B-P had only a few hundred soldiers to defend Mafeking, so every soldier was vital. To help them, they trained a group of 40 boys as Cadets, to carry messages, do look-out duty, help in the hospitals, and many other jobs. They had their own khaki uniforms. One of their most important jobs was to act as lookouts to warn the townsfolk when the big Boer siege gun was aimed at the town, to give them a chance to take cover before the shell arrived.

First the cadets took messages by donkey, but as the food in the town ran out, the stock of donkeys gradually ended up in the kitchen! So instead they used bicycles, and often had to deliver messages by bicycle under heavy fire. In one famous story, B-P warned one of the boys that he could get hit, and he replied “I pedal so quick, sir, that they'll never catch me.”

At the end of the war, the cadets were awarded a special medal to thank them for their part in defending Mafeking. And a few years later, when Baden-Powell was forming his ideas for the Scout movement, he remembered the cadets and wrote about them in the first book about Scouting. So in a way, the cadets were the first Scouts in the world!

Baden-Powell - the hero of Mafeking[edit]

Mafeking was besieged for 217 days before the British army arrived to relieve the town. Back in Britain, the papers every day carried news of the "plucky defenders" under Baden-Powell (B-P), Impeesa, the wolf that never sleeps.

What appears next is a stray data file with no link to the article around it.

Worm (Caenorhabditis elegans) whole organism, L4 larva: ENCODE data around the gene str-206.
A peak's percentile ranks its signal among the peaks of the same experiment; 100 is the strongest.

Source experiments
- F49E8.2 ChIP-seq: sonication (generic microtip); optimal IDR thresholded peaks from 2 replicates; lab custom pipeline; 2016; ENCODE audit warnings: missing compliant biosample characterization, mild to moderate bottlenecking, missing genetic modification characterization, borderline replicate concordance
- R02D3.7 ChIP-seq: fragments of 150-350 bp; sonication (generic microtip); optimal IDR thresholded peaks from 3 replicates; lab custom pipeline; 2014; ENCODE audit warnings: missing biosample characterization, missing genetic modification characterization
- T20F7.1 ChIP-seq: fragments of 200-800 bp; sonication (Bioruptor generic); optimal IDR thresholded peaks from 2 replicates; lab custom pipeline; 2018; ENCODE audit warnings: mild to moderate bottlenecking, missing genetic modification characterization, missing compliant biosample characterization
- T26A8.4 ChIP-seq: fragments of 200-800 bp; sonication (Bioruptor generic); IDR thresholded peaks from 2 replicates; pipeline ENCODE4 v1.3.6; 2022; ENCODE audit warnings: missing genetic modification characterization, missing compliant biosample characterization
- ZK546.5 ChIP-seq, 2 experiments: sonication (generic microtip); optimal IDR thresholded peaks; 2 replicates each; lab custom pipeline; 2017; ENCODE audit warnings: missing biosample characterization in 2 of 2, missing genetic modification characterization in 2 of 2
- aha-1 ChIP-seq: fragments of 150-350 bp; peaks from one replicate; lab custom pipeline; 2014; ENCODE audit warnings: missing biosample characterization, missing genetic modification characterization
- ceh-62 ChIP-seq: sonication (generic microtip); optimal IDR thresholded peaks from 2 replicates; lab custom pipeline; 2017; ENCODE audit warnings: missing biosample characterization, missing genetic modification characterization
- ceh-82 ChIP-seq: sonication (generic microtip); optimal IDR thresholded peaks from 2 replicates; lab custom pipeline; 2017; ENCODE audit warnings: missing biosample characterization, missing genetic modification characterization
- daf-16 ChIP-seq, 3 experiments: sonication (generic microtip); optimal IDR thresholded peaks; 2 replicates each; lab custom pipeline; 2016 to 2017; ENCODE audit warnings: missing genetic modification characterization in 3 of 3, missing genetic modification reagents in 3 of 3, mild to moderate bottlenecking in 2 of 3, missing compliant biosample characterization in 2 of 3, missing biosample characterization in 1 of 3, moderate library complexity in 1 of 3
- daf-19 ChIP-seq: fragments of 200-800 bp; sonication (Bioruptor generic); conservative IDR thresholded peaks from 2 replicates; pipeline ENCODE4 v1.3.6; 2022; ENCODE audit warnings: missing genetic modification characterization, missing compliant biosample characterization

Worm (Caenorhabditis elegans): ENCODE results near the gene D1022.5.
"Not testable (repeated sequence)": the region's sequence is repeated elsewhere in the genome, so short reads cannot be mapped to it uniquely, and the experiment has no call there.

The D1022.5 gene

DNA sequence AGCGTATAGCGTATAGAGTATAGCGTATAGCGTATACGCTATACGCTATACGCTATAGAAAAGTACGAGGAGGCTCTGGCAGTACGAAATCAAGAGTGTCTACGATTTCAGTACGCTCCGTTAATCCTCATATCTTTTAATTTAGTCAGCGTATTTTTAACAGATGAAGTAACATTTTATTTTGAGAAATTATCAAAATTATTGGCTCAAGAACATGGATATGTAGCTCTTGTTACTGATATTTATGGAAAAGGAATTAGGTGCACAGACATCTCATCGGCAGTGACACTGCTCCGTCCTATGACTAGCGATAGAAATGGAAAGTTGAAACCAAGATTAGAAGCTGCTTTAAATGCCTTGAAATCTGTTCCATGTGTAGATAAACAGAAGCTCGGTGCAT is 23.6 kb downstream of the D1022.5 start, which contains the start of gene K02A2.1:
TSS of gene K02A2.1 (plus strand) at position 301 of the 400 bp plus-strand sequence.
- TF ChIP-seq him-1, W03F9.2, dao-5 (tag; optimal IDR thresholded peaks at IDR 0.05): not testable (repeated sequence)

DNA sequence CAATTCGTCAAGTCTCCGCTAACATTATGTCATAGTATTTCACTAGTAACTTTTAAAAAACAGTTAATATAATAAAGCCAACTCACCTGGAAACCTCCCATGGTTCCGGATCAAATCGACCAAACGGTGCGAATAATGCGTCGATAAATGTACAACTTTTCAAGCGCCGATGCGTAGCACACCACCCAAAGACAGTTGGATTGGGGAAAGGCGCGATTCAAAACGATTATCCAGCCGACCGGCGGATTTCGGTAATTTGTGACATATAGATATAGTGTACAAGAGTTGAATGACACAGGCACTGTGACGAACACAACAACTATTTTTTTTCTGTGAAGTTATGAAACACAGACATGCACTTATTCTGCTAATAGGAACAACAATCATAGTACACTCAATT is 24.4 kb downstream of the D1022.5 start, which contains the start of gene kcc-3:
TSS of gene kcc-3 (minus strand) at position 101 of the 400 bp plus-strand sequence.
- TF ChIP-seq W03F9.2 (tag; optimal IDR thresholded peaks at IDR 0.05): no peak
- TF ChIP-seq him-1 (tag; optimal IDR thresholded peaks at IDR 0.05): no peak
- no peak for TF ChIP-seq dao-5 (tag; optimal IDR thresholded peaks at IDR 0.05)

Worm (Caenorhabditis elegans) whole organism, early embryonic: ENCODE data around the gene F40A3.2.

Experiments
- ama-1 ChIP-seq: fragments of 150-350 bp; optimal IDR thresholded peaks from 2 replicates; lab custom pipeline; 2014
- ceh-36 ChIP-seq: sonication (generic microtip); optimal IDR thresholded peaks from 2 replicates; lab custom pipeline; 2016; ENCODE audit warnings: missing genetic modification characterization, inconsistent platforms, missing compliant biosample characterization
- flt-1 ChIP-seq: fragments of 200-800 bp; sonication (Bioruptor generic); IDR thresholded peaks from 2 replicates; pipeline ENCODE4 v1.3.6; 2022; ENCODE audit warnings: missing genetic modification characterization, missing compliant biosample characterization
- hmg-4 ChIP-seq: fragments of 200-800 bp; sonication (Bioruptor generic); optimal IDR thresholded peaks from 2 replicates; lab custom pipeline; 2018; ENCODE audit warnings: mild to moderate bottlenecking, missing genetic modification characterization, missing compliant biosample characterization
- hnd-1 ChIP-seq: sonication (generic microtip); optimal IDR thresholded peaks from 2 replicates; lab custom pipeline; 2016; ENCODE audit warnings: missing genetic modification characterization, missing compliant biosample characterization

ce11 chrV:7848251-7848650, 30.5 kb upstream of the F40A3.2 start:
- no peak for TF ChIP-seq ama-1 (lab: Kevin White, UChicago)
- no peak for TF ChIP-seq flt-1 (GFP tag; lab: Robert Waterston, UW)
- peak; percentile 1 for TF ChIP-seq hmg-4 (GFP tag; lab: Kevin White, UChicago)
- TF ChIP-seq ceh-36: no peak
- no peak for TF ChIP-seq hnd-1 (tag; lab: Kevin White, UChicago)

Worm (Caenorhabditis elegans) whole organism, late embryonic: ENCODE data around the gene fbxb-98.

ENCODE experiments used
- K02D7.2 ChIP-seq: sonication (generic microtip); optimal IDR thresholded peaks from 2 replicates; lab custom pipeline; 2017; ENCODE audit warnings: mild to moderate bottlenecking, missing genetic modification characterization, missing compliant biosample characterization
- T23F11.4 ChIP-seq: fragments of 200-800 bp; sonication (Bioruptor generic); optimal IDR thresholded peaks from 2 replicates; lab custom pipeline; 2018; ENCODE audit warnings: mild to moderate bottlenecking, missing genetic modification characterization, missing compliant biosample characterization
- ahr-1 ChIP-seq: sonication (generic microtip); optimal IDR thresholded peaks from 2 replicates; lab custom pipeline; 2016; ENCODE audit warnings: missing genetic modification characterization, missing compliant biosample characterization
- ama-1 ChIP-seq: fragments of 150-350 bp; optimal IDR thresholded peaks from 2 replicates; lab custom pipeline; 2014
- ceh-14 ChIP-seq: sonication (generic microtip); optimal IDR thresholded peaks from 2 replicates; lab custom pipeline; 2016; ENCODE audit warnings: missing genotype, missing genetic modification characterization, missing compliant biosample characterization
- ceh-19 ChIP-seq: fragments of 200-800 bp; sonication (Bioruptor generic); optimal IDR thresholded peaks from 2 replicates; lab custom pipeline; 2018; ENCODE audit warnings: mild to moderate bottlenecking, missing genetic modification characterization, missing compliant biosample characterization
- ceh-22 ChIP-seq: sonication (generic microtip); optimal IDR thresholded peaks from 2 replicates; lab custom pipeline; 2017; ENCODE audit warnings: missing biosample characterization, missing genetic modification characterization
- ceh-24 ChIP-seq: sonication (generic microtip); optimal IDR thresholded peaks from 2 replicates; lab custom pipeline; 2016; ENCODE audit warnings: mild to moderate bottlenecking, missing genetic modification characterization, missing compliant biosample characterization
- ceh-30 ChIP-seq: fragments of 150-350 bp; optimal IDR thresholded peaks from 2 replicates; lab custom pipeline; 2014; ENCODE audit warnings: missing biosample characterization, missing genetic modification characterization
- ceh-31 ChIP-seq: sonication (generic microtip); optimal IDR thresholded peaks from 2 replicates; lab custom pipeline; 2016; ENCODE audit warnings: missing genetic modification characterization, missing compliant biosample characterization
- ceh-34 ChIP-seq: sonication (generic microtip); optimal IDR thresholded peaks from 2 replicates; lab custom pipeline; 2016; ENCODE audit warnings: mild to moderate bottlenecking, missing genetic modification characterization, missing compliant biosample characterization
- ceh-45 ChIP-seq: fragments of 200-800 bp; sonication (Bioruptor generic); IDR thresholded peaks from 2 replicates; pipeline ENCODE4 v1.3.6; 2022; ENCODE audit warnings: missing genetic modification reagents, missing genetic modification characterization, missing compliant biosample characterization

The town's defenders became the heroes of the British Empire, like a sports team taking on a much more powerful side, and still holding out against them, and B-P, the captain of the Mafeking side, became famous for his stories of bluff and courage - his jaunty messages like "Four hours bombardment. One dog killed" made him a favourite of the British press, and a welcome change from the stories of defeats and frustration at the hands of the Boer forces.

When Britain heard that Mafeking had been relieved after 217 days, the news spread like wildfire, and huge street parties sprang up as thousands of people celebrated this important symbolic victory.

When B-P eventually returned from the war, he went first to Cape Town, where he received a huge welcome from the crowds. At the port of Southampton, where he finally returned to Britain, the crowds again welcomed their returning hero.

Mafeking was famous and Baden-Powell was a hero in his own country. But who could guess that the most famous product of the siege would come from the group of boys who made up the Mafeking Cadets. Under their leader Warner Goodyear, the boys of Mafeking were the model for the Scout movement which soon grew to virtually every country of the world.

Primary sources[edit]

  • Hillcourt, Baden Powell - the two lives of a hero
  • Pakenham, The Anglo-Boer War
  • Grinnell-Milne,
  • MacDonald, Sons of the Empire: the frontier and the Boy Scout movement
  • Illustration of Mafeking cannon from a supplement to the Mafikeng Mail and Botswana Guardian, 3 September 1982

See also[edit]


  1. Baden-Powell, quoted by Duncan Grinnell-Milne in Mafeking.
  2. Baden-Powell, quoted by Hillcourt in Baden Powell: the two lives of a hero.